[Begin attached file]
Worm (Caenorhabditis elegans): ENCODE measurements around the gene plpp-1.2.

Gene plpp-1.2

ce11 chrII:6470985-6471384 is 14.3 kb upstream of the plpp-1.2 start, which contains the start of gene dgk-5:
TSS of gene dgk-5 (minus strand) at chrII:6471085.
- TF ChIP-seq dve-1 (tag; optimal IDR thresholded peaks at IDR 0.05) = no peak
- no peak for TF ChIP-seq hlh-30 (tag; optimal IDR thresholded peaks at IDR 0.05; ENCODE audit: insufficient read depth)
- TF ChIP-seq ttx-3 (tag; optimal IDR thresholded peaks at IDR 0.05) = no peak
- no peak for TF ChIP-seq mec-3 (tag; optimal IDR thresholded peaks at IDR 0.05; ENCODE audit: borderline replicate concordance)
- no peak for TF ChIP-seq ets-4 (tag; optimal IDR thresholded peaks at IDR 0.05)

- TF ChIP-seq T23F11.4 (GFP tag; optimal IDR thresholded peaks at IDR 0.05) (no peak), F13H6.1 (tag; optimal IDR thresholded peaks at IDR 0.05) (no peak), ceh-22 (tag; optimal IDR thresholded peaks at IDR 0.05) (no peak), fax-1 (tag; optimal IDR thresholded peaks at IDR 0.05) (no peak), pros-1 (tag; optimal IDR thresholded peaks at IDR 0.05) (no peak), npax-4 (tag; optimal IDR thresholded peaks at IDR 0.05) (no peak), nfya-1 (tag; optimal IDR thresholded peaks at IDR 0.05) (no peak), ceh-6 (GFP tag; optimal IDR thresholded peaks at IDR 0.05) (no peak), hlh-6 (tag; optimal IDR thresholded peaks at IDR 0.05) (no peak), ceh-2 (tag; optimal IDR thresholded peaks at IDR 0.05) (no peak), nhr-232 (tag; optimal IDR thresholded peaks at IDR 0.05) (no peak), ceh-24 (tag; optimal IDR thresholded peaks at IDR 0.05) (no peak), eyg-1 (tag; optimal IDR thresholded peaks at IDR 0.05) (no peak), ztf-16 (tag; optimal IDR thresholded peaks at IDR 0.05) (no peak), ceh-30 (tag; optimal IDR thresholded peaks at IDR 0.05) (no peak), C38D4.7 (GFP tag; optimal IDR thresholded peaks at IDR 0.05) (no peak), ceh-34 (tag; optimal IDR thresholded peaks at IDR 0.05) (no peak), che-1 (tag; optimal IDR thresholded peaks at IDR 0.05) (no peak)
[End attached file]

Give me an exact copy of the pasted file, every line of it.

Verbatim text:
Worm (Caenorhabditis elegans): ENCODE measurements around the gene plpp-1.2.

Gene plpp-1.2

ce11 chrII:6470985-6471384 is 14.3 kb upstream of the plpp-1.2 start, which contains the start of gene dgk-5:
TSS of gene dgk-5 (minus strand) at chrII:6471085.
- TF ChIP-seq dve-1 (tag; optimal IDR thresholded peaks at IDR 0.05) = no peak
- no peak for TF ChIP-seq hlh-30 (tag; optimal IDR thresholded peaks at IDR 0.05; ENCODE audit: insufficient read depth)
- TF ChIP-seq ttx-3 (tag; optimal IDR thresholded peaks at IDR 0.05) = no peak
- no peak for TF ChIP-seq mec-3 (tag; optimal IDR thresholded peaks at IDR 0.05; ENCODE audit: borderline replicate concordance)
- no peak for TF ChIP-seq ets-4 (tag; optimal IDR thresholded peaks at IDR 0.05)

- TF ChIP-seq T23F11.4 (GFP tag; optimal IDR thresholded peaks at IDR 0.05) (no peak), F13H6.1 (tag; optimal IDR thresholded peaks at IDR 0.05) (no peak), ceh-22 (tag; optimal IDR thresholded peaks at IDR 0.05) (no peak), fax-1 (tag; optimal IDR thresholded peaks at IDR 0.05) (no peak), pros-1 (tag; optimal IDR thresholded peaks at IDR 0.05) (no peak), npax-4 (tag; optimal IDR thresholded peaks at IDR 0.05) (no peak), nfya-1 (tag; optimal IDR thresholded peaks at IDR 0.05) (no peak), ceh-6 (GFP tag; optimal IDR thresholded peaks at IDR 0.05) (no peak), hlh-6 (tag; optimal IDR thresholded peaks at IDR 0.05) (no peak), ceh-2 (tag; optimal IDR thresholded peaks at IDR 0.05) (no peak), nhr-232 (tag; optimal IDR thresholded peaks at IDR 0.05) (no peak), ceh-24 (tag; optimal IDR thresholded peaks at IDR 0.05) (no peak), eyg-1 (tag; optimal IDR thresholded peaks at IDR 0.05) (no peak), ztf-16 (tag; optimal IDR thresholded peaks at IDR 0.05) (no peak), ceh-30 (tag; optimal IDR thresholded peaks at IDR 0.05) (no peak), C38D4.7 (GFP tag; optimal IDR thresholded peaks at IDR 0.05) (no peak), ceh-34 (tag; optimal IDR thresholded peaks at IDR 0.05) (no peak), che-1 (tag; optimal IDR thresholded peaks at IDR 0.05) (no peak)